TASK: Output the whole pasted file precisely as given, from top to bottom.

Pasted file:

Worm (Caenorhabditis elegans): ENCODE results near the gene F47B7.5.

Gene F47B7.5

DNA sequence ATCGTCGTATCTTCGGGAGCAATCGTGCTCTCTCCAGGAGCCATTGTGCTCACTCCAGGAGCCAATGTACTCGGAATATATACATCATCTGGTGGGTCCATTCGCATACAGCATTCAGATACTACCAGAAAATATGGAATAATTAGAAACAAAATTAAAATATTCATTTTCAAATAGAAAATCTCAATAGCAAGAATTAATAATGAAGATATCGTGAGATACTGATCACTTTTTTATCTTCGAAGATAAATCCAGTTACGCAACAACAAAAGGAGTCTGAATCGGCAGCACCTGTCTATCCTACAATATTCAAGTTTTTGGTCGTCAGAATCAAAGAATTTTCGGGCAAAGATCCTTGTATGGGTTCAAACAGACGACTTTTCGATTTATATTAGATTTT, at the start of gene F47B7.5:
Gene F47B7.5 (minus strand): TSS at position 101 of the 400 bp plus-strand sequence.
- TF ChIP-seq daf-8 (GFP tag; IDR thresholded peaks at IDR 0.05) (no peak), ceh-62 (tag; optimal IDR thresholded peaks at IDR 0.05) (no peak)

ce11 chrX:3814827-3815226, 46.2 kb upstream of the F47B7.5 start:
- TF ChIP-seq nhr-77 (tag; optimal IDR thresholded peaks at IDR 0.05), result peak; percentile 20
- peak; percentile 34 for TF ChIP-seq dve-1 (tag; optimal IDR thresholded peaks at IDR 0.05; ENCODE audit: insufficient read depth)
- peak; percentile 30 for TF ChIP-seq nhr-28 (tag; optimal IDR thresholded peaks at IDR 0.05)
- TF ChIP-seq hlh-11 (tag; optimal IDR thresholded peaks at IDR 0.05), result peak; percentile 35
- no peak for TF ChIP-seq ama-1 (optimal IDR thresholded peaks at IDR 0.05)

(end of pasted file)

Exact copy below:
Worm (Caenorhabditis elegans): ENCODE results near the gene F47B7.5.

Gene F47B7.5

DNA sequence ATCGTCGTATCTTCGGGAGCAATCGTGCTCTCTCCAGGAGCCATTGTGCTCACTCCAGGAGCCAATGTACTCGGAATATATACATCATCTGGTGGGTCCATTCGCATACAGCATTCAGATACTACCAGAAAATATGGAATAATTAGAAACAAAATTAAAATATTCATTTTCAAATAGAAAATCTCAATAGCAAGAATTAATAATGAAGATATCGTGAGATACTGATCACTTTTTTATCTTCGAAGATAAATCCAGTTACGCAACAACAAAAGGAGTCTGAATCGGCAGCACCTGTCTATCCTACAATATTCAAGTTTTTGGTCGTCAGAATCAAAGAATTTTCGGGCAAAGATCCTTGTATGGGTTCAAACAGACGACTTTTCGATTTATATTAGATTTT, at the start of gene F47B7.5:
Gene F47B7.5 (minus strand): TSS at position 101 of the 400 bp plus-strand sequence.
- TF ChIP-seq daf-8 (GFP tag; IDR thresholded peaks at IDR 0.05) (no peak), ceh-62 (tag; optimal IDR thresholded peaks at IDR 0.05) (no peak)

ce11 chrX:3814827-3815226, 46.2 kb upstream of the F47B7.5 start:
- TF ChIP-seq nhr-77 (tag; optimal IDR thresholded peaks at IDR 0.05), result peak; percentile 20
- peak; percentile 34 for TF ChIP-seq dve-1 (tag; optimal IDR thresholded peaks at IDR 0.05; ENCODE audit: insufficient read depth)
- peak; percentile 30 for TF ChIP-seq nhr-28 (tag; optimal IDR thresholded peaks at IDR 0.05)
- TF ChIP-seq hlh-11 (tag; optimal IDR thresholded peaks at IDR 0.05), result peak; percentile 35
- no peak for TF ChIP-seq ama-1 (optimal IDR thresholded peaks at IDR 0.05)